A TOSS sufferer has a typical back history and recognisable presentation, and I will try and summarise that for you using the sport of tennis as my example.
- The client has a back history of playing plenty of sports as a youngster and being pretty handy.
- They probably received a fair bit of tennis coaching and put in some considerable court time.
- As an older teenager, and may be at college, they were pretty tasty with a mean serve and decent all court game, and could shift a ball with their stroke play. They had developed good technique that was underpinned by a youthful physicality.
- Then they get a job.
- And a family. Mortgage. Garden. Go to tumble tots on a sunday morning and taxi their offspring all weekend.
- When the kids get old enough to go out in packs, and a wee smidgeon of disposable time and income arises, tennis becomes available again.
- A suitable opponent, usually of a similar back history, is identified. Court bookings made. New carbon fibre weapon purchased from Amazon along with a pair of mega grip tennis shoes… and the old headband is fished out from somewhere in the charger and battery drawer.
- The games commence. After a few weeks an injury is sustained or brewed up. I get a visit.
I have actually left out the syndrome defining aspect of a TOSS history… which is “technique”. Remember these clients come with a back history of being half decent, a bit of coaching and know the game. Kind of handy on their return to the sport, but ultimately their downfall. They bring with them a package of refined technique that granted may initially be somewhat rusty, but will quickly come up to speed and competence. I don’t want to go into the definition and developmental biomechanics of what exactly technique is, but lets just say that as a young person you laid down your fundamental motor programmes and then through your motor learning experiences, coaching and experimentation refined many patterns into sport specific technique. So basically if you were a tennis player, you banked the motor programme (technique) for a wicked whipped cross court forehand, and chances are you still own it. Refined motor programmes are sticky, they hang around in the brain…. its like riding a bike. It is by evolutionary design and not chance. A few centuries ago if you practiced and developed a decent spear throwing technique then you had means of feeding the family. If every time you chanced upon a particularly careless moose and the act of spear throwing was an unrehearsed first time event, then I am afraid it would be root soup again. Shut your eyes right now and visualise yourself doing a cartwheel on the lawn, because at some stage I bet you were not bad at them. Your approach, your first hand down, stiff arm, body levered up, next hand engages, levers over, lead leg extends, foot finds floor and you pop up onto your feet. It will be something like that… you can see and almost feel that chain reaction of movement. That’s your motor programme for cartwheel technique, and for most of us a couple of practice runs fuelled by a couple of sherries will bring it back to the garden.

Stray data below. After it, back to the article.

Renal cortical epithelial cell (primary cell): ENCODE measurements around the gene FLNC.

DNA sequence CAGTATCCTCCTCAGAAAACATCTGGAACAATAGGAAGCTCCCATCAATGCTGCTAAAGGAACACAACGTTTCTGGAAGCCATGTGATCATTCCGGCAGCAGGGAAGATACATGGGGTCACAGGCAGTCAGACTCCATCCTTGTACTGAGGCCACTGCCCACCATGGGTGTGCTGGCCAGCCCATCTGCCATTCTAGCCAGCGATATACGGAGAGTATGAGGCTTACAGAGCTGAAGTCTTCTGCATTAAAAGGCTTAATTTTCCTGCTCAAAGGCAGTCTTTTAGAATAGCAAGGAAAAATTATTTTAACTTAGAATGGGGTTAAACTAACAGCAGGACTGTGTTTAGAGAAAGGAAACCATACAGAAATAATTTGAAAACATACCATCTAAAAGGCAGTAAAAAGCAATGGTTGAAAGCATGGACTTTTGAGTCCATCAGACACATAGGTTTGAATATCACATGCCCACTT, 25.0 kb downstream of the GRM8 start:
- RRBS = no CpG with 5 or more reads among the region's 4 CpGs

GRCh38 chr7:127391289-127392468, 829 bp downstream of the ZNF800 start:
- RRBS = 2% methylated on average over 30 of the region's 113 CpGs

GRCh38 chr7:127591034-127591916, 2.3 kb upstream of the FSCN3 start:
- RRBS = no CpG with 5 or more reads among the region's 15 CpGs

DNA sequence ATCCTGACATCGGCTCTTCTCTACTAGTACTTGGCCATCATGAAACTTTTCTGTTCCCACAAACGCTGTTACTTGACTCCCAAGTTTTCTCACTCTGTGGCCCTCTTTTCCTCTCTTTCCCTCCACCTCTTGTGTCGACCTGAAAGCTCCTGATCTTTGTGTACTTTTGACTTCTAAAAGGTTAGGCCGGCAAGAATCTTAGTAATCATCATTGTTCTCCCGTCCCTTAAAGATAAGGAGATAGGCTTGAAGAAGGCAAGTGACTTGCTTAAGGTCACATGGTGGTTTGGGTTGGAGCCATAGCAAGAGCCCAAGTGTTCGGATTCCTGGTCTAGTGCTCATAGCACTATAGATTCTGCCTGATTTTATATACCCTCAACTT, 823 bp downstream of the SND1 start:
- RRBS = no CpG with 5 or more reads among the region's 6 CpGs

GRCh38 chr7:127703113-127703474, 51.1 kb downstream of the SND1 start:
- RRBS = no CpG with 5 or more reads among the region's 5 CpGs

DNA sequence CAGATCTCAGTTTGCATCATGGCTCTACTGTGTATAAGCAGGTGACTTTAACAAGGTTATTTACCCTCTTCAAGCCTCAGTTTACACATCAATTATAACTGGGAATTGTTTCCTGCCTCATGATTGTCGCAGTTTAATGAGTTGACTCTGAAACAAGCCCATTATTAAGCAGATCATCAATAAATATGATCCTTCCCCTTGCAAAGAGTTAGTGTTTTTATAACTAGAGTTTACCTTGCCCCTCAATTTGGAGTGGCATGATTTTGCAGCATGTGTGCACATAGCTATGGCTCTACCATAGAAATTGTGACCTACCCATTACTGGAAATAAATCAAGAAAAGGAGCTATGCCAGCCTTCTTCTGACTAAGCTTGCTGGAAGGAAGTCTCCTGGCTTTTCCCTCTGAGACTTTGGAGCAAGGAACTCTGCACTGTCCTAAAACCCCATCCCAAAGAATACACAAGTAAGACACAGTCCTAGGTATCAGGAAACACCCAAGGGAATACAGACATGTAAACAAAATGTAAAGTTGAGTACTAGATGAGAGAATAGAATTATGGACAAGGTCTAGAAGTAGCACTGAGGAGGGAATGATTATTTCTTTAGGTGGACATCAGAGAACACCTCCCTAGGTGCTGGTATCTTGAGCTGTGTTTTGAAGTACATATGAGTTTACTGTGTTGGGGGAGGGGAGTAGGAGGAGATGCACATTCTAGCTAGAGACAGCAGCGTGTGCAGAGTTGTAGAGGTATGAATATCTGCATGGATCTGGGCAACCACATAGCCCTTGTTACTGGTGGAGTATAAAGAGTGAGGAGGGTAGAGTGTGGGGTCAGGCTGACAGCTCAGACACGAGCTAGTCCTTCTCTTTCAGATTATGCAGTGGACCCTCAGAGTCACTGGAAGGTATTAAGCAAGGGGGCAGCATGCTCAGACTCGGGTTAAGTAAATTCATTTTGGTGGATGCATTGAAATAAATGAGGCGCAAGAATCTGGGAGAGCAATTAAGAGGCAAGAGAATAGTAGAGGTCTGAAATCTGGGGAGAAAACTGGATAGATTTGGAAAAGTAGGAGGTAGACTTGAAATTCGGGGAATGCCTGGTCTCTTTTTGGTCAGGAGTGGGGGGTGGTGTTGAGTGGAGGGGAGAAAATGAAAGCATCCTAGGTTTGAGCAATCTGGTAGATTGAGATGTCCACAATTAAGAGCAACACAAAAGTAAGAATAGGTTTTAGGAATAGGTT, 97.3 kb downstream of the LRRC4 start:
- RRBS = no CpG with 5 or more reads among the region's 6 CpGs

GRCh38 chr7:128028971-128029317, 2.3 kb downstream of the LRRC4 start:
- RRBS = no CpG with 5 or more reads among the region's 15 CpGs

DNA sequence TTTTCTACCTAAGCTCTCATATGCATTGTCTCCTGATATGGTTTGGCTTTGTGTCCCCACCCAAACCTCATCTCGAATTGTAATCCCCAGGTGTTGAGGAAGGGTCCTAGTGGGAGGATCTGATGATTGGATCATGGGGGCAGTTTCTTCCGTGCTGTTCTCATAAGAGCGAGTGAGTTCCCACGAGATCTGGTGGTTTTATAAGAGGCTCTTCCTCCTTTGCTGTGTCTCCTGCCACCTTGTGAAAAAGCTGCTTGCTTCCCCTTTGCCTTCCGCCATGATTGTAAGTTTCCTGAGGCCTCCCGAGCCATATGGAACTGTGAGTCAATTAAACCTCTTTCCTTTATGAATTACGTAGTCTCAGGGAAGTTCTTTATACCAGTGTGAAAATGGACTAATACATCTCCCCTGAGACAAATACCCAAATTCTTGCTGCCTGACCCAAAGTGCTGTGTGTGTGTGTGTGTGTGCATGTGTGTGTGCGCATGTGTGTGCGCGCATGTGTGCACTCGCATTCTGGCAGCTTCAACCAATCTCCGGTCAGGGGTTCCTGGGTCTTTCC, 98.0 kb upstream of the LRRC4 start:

A TOSS sufferer has tons of technique that they soon rediscover and eagerly apply. The timing comes back, the body positioning, reach, and sequencing. The service action powers up, that deadly cross court drive, the lunging half volley, the stiff wristed net punch. The “reading” of the game is still there as well, you “see” your way to the ball, you anticipate and your motor programmes fire you into those actions that are surprisingly still spontaneous. There are inevitable end products, i.e. the distal segment (racket) starts moving rapidly with force and momentum… and here’s the problem, there is something in the way of the racket and the brain… your body.
Of course that body has been somewhat neglected and spent some considerable time on a sabbatical. The technique “software” has been rebooted, but the hardware is more Sinclair ZX Spectrum than Apple Mac.
Technique will drive the TOSS athlete into producing high levels of speed, power, joint torque, muscular repetition and tendon loads, and mix that with the magic dust that is “competition”, and potential structural stress levels can be exceeded and injury occurs.
- Are the ranges of movement still available to make the shapes that the software demands?
- Is the stability and integrity there to maintain the dynamic postures and movements?
- How fatigue resistant is the athlete now?
- What physical baggage and glitches has that body picked up over the years?
- And above all… how strong is this athlete?
Strength is the fabric that binds together athletic performance. You need it to decelerate that racket, that lunge, that sprint to the net… and then you need to do it again. It underpins stability and governs mobility. Strength is the fuel that is burned up by technique. TOSS athletes are running on empty. Basic foundation strength has both been unnecessary and neglected in their “fallow” years. Technique doesn’t respect this… it just goes for it. The prevention and cure are a simple medicine. If you develop a TOSS condition then you need to be stronger. Perhaps I should drop one of my S’s and change it to TOS… Technique Over-coming Strength.
Ironically, I feel a lot better now that I have a syndrome.